By: Crystal Lawson
St. John’s Law Student
American Bankruptcy Institute Law Review Staff
In In re Interstate Bakeries Corp.,[i] the United States Court of Appeals for the Eighth Circuit recently held that a trademark license agreement was not an executory contract because it was part of a larger, integrated sale agreement that had been substantially performed by both parties.[ii] Accordingly, since the debtor could not reject the agreement, the Eighth Circuit did not determine whether the rejection of a trademark-licensing agreement necessarily terminates the licensee’s rights in the trademark.[iii] In 1996, Interstate Brands Corp (“IBC”), a subsidiary of Interstate Bakeries Corporation (“Interstate Bakeries”), transferred two of its brands and certain related assets to Lewis Brothers Bakeries (“LBB”) pursuant to an antitrust judgment.[iv] In connection with the sale, the parties entered into an asset purchase agreement and a trademark license agreement.[v] In 2004, Interstate Bakeries and eight of its subsidiaries, including IBC, filed for bankruptcy under chapter 11 of the Bankruptcy Code.[vi] After Interstate Bakeries disclosed that it intended to assume the trademark license agreement, LBB commenced an adversary proceeding seeking a declaration that the agreement was not an executory contract under section 365(a) of the Bankruptcy Code and therefore, was not subject to assumption or rejection.[vii] Finding that both parties owed material obligations under the trademark license agreement, the bankruptcy court held that the agreement was executory.[viii] The district court affirmed that decision.[ix] The Eighth Circuit, however, reversed, holding that the trademark license agreement was not executory because it was part of a larger, integrated contract that had been substantially performed.[x]
Under section 365(a) of the Bankruptcy Code, a bankruptcy trustee or a debtor-in-possession, “subject to the court’s approval, may assume or reject any executory contract.”[xi] As a threshold issue, a contract must be “executory” in order to be subject to assumption or rejection under section 365(a). While the Bankruptcy Code does not define the term “executory contract,” most courts[xii] adopt the Countryman definition: “[a] contract under which the obligation of both the bankrupt and the other party to the contract are so far unperformed, that the failure of either to complete performance would constitute a material breach in excusing the performance of the other.”[xiii] Accordingly, if one or both parties has substantially performed their obligations under the contract, the contract will not be executory.[xiv] In Interstate Bakeries, the Eighth Circuit adopted the Countryman definition and concluded that the trademark license agreement was not executory.[xv] The Eight Circuit held (1) the trademark license agreement and the asset purchase agreement constituted a single, integrated agreement, and (2) the agreement was not executory because the parties had substantially performed their respective obligations under that agreement.[xvi] If a court finds that a trademark agreement is executory, however, the question remains as to “whether rejection of a trademark licensing agreement terminates the licensee’s rights to use the trademark.”[xvii]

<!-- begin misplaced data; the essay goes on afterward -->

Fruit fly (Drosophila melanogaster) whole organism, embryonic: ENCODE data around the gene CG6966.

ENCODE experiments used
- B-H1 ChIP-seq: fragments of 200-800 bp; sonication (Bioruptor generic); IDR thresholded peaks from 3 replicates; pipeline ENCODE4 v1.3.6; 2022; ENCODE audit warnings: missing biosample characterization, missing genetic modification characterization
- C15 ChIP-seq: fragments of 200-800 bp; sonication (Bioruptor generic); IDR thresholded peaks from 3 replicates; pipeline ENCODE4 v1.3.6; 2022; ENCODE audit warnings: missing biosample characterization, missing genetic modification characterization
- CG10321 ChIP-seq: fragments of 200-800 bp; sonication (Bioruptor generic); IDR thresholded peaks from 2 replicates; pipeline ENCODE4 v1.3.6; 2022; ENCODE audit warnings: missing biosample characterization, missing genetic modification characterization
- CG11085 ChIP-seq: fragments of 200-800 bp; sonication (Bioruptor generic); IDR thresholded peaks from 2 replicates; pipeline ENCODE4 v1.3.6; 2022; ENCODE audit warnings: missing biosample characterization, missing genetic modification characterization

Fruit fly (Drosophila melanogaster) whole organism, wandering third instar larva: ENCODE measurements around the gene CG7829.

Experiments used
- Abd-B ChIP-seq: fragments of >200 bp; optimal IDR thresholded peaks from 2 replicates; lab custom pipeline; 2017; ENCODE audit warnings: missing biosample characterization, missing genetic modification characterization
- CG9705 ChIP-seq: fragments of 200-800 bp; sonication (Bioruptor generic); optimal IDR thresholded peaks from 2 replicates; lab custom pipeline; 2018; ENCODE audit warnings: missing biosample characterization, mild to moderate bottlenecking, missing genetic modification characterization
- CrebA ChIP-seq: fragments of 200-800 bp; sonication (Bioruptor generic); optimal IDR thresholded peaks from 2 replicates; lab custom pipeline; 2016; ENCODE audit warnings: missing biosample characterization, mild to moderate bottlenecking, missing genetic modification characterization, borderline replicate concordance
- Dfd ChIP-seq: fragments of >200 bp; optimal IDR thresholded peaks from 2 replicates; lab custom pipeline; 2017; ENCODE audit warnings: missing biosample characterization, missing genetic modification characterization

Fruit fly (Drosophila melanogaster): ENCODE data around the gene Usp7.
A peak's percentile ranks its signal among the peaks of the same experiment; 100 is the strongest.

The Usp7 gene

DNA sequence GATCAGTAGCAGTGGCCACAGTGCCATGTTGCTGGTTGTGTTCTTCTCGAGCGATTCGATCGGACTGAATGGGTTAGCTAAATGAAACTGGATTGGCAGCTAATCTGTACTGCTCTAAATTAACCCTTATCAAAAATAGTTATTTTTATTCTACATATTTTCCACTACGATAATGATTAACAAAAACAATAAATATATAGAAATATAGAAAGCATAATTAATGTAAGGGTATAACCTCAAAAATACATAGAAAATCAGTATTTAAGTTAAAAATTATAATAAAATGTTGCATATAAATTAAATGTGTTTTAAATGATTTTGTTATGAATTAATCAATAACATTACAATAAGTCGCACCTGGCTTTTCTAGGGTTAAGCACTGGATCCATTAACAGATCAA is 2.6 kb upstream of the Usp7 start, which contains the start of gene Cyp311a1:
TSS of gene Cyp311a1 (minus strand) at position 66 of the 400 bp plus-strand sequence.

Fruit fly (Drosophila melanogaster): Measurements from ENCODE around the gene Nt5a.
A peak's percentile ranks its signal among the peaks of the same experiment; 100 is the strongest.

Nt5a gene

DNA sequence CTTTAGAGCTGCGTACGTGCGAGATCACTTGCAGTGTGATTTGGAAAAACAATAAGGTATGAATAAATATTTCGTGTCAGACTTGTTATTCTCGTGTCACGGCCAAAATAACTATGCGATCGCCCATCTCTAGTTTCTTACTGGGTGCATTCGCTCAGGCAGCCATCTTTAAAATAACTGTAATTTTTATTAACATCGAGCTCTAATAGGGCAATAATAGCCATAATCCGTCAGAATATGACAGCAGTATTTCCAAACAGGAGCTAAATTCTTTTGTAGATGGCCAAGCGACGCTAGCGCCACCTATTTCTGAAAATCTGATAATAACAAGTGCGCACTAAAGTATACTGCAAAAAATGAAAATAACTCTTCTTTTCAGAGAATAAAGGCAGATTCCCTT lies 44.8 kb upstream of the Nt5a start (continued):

Courts are divided to whether a trademark licensee loses rights in the trademark upon rejection of a license agreement by a debtor.[xviii] Traditionally, courts that have found that a licensee cannot retain trademark rights upon rejection of the trademark agreement by the licensor.[xix] For example, in Lubrizol Enterprises v. Richmond Metal Finishers, Inc.,[xx] the Fourth Circuit held that the licensee only has rights to damages once the debtor rejects the trademark license agreement.[xxi] In so holding, the Fourth Circuit relied on the legislative history of section 365, concluding that Congress intended for damages to be the exclusive remedy for a licensee in the event that the licensor rejects the trademark license agreement.[xxii] In particular, because the legislative history does not mention specific performance as a remedy for the licensee in section 365, the Fourth Circuit concluded that it would run contrary to the statute to allow the licensee’s rights to continue beyond the termination of the contract.[xxiii] Recently, however, most courts have treated the rejection of trademark license agreements similarly to the rejection of other intellectual property licenses, which does not necessarily terminate all of the licensee’s rights under section 365(n).[xxiv] For example, in Sunbeam Products v. Chicago American Manufacturing., LLC,[xxv] the Seventh Circuit held that “a licensor’s breach does not terminate a licensee’s right to use intellectual property” based on the plain language of section 365.[xxvi] The Seventh Circuit noted that a licensor’s breach of contract, outside of the bankruptcy context, does not terminate the licensee’s right to use the intellectual property.[xxvii] Therefore, the Seventh Circuit concluded that the effect of classifying rejection of a trademark license agreement as a “breach” is that the nonbreaching party’s rights do not terminate as a matter of law.[xxviii] The Eighth Circuit, however, declined to weigh in on this split because the issue did not present itself in Interstate Bakeries since the trademark license agreement there was not executory and could not be rejected.